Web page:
...And Economic Justice for All: Welfare Reform for the 21st Century

By Michael L. Murray | Go to book overview
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Charles Murray, Losing Ground.
Where the other Murray and I disagree is on what should be done after it is eliminated. He would have those in poverty rely on private aid and place the children in orphanages. I argue for the guaranteed adequate income.
If the GAI benefit is less than what employers wish to provide as unemployment benefits they could supplement it. This supplementation would be through a private program, however.
Unless it turns out that it provides the best quality housing for the money, in which case recipients will choose to live there. This is a major difference.
I say "purported" benefits because I am not convinced competiton can work in the area of education. As in the case of health care, the consumer is not in a very good position to select the best quality service at the lowest price. Unless the consumer can do so, the major source of regulation of the market is lost. Nonetheless, in both cases I am open to the possibility a mechanism can be developed for aiding consumers in this decision.
According to Lester Thurow, "Why Are We so Reluctant to Redistribute Wealth?", New York Times, printed in Des Moines Register, April 18, 1976, pp. B1-2, "Most of those we normally think of as rich are rich in wealth rather than income." He notes that redistribution of wealth could be accomplished by higher inheritance taxes, higher taxes on capital gains, or perhaps a wealth tax such as that used in Sweden. I recognize the merits of his argument, but am not proposing an overall tax on wealth. In my plan, wealth is only considered to the extent it affects eligibility for the GAI payment.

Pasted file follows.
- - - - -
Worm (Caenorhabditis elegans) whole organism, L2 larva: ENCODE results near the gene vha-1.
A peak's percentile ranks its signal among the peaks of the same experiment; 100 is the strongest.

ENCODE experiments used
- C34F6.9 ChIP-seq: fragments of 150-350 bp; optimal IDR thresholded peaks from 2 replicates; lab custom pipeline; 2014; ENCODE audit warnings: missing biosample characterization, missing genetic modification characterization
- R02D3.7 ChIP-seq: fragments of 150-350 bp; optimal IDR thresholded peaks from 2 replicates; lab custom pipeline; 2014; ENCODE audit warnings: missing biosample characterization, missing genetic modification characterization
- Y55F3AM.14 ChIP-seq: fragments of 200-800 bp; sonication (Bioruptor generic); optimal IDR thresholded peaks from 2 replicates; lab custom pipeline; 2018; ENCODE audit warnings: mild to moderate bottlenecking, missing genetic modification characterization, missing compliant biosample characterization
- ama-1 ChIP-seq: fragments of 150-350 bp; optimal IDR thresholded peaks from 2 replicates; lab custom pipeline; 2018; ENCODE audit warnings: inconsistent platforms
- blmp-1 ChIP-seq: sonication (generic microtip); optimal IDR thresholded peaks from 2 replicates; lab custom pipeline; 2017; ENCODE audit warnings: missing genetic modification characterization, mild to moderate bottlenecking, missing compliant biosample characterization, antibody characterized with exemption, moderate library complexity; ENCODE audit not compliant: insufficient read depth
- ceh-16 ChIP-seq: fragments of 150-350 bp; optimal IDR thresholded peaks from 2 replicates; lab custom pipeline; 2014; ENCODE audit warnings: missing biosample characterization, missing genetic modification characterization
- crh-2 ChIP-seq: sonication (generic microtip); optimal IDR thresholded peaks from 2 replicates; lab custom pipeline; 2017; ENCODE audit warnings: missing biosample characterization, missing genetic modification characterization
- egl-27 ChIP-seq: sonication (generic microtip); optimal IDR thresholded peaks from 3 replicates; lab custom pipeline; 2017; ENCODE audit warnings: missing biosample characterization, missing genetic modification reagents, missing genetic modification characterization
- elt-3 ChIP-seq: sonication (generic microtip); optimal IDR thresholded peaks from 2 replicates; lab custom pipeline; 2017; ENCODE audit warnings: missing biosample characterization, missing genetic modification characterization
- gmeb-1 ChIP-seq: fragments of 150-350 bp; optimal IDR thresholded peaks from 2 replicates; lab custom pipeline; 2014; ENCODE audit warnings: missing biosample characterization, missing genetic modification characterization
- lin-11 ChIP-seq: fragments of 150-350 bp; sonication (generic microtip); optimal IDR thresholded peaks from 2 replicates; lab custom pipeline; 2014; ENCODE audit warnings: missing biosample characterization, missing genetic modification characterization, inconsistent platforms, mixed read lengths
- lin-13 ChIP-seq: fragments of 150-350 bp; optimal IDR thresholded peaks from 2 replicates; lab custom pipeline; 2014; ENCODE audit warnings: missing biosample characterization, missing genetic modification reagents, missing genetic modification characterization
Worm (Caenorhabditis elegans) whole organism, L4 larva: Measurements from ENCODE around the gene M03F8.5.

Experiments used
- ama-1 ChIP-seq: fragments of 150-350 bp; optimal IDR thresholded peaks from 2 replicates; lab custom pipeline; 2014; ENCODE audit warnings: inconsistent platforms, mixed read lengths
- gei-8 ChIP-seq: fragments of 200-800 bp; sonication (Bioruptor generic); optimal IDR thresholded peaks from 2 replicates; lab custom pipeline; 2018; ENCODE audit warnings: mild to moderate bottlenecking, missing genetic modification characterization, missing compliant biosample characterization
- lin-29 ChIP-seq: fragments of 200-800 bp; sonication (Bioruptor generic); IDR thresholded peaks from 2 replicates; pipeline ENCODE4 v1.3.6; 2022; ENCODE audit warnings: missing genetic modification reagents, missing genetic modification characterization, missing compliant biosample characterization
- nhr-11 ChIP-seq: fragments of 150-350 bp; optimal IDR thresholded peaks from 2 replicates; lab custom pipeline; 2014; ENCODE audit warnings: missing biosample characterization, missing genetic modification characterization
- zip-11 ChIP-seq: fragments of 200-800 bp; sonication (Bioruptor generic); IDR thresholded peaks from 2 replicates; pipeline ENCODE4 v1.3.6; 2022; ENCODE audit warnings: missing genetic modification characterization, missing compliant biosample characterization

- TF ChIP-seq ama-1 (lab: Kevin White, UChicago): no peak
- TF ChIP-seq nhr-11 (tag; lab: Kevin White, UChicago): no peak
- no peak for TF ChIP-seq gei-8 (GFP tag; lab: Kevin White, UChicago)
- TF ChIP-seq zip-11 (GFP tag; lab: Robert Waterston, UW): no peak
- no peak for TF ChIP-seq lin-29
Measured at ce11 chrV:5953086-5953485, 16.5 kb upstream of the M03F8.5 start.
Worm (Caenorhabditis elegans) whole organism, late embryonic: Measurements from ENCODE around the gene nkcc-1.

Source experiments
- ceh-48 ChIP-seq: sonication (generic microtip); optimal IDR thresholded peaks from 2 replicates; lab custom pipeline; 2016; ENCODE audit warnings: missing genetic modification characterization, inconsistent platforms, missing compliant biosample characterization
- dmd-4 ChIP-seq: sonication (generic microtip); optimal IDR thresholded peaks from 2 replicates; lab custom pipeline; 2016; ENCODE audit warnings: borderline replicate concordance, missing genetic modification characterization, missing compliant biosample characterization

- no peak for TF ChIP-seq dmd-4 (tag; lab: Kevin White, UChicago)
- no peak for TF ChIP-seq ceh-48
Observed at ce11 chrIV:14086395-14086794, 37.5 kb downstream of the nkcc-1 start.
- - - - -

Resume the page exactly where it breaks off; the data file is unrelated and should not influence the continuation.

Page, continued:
Granted, they have utilities, insurance, and taxes, but this is generally less costly than rent.
Of course, to the extent these investments are generating an income, that income will be included in the GAI calculation. On the other hand, some investments do not produce current income, but do increase in value (nondividend-paying stocks or idle land, for example).
Unlike our present welfare system which denies eligibility to those with assets above a certain level, wealth causes no loss of eligibility for GAI.
Conceivably, the use of the per capita figure could have an impact on population growth. Might individuals change their procreation decisions knowing an additional child will reduce the overall level of the grant?


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